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Arch Environ Occup Health. 2019 Mar 21:1-10. doi: 10.1080/19338244.2019.1577208. [Epub ahead of print]

Changes in lung function and respiratory symptoms during pesticide spraying season among male sprayers.

Author information

1
a Department of Community Medicine, Faculty of Medicine , Chiang Mai University , Chiang Mai , Thailand.
2
b School of Medicine , University of Phayao , Phayao , Thailand.
3
c Toxicology Unit, Department of Forensic Medicine, Faculty of Medicine , Chiang Mai University , Chiang Mai , Thailand.
4
d School of Environmental Health, Institute of Public Health , Suranaree University of Technology , Nakhon Ratchasima , Thailand.

Abstract

Exposure to pesticides via inhalation might impair lung function and develop further severe respiratory symptoms and diseases. Thus, the purpose of the study was to compare lung function between pre- and post-pesticide spraying seasons among male sprayers. The study also evaluated the association of lung function changes and other factors with respiratory symptoms. The follow-up study was conducted on 58 male sprayers. The subjects were interviewed and measured lung function before and after pesticide spraying season. The results found that forced vital capacity (FVC), forced expiratory volume in one second (FEV1), and peak expiratory flow rate in the post-spraying season were significantly lower than in the pre-spraying season. With regard to respiratory symptoms, cough symptoms were associated with changes in FEV1/FVC [odd ratio (OR) = 1.29, 95% confidence interval (CI) = 1.01-1.67)] and smoking status (OR = 12.95, 95%CI = 1.35-124.34). Phlegm symptoms were also associated with changes in FVC (OR = 2.07, 95%CI = 1.01-4.25) and FEV1 (OR = 0.41, 95%CI = 0.18-0.91). The study provides evidence that pesticide spraying may increase risks for significant alteration of lung function and respiratory symptoms.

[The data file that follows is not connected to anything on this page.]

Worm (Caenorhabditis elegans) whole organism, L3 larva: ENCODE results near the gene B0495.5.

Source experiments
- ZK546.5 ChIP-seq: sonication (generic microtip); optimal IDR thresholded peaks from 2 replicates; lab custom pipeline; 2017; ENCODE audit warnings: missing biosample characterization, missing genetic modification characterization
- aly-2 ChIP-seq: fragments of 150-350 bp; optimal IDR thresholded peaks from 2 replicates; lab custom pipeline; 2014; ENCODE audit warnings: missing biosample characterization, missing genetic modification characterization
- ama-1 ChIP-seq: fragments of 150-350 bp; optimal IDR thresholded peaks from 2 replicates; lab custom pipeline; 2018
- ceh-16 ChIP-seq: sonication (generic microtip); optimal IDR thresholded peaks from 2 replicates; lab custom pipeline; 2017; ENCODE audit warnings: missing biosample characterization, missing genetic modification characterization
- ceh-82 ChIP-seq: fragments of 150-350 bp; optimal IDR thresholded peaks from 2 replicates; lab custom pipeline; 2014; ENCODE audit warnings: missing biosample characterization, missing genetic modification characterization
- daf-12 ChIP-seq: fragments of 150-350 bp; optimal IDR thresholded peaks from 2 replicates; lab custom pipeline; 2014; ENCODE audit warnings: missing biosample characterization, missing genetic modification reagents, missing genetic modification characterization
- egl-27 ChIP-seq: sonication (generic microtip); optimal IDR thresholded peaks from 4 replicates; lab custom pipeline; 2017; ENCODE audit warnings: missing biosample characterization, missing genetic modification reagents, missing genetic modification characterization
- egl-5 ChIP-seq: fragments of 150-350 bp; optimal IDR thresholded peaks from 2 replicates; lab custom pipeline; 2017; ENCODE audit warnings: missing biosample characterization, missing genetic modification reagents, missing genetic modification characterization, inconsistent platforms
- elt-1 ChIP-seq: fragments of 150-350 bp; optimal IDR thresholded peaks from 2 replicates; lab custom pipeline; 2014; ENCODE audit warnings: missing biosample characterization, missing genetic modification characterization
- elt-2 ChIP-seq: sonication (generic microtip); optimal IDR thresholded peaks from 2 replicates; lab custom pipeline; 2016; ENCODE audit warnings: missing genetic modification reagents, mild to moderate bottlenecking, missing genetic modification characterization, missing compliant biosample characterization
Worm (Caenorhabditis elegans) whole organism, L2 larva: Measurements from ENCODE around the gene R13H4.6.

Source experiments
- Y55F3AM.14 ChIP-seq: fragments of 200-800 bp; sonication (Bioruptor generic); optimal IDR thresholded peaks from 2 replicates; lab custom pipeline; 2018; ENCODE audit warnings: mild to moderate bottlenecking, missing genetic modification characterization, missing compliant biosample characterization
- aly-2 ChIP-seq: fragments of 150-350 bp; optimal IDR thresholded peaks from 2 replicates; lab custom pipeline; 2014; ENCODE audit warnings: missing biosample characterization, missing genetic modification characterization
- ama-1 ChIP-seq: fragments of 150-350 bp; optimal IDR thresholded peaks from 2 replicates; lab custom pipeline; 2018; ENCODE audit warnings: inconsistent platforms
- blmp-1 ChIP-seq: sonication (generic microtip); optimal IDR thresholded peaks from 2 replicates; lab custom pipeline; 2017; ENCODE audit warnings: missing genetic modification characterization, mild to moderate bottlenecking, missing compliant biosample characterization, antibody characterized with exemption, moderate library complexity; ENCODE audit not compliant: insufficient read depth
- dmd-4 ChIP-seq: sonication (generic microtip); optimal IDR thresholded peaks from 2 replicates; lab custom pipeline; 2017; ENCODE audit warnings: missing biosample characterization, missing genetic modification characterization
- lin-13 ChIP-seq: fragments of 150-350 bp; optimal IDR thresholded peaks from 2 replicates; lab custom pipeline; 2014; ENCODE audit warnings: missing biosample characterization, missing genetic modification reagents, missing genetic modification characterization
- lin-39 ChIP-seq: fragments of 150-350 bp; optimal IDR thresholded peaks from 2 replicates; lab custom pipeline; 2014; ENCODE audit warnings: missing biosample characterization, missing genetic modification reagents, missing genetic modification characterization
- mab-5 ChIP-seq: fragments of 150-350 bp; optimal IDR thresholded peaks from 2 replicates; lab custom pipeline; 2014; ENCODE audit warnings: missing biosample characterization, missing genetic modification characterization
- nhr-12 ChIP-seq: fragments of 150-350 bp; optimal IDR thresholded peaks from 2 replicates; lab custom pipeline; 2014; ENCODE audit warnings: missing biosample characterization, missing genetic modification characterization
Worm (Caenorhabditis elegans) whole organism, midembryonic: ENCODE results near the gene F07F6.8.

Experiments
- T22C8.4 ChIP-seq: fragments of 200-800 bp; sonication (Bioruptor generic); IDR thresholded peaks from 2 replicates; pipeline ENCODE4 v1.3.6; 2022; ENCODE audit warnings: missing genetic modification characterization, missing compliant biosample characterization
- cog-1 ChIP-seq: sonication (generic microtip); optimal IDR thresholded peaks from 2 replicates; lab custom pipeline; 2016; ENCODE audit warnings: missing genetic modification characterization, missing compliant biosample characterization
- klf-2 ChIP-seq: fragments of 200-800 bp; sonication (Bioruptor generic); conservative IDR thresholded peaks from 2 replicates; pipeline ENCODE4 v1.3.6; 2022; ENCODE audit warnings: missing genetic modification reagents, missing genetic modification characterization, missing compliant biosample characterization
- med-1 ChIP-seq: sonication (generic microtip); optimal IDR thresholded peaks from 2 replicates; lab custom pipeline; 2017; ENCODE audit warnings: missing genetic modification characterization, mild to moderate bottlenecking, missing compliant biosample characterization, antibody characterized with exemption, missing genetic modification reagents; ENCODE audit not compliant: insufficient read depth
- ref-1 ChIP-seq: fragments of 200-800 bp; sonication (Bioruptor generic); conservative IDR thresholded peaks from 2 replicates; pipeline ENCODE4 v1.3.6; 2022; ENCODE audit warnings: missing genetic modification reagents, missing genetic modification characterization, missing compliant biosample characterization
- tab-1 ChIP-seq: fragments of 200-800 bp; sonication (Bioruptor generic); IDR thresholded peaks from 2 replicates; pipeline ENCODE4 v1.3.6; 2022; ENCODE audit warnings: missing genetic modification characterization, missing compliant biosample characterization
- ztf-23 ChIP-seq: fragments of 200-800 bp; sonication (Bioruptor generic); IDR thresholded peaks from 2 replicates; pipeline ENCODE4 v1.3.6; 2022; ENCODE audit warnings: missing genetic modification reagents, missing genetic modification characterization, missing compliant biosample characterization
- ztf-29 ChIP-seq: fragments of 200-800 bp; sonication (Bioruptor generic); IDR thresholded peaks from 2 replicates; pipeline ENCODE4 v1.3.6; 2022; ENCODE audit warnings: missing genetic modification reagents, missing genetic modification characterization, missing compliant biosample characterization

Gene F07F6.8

KEYWORDS:

Lung function; farmer; pesticide; pulmonary; respiratory; spirometry

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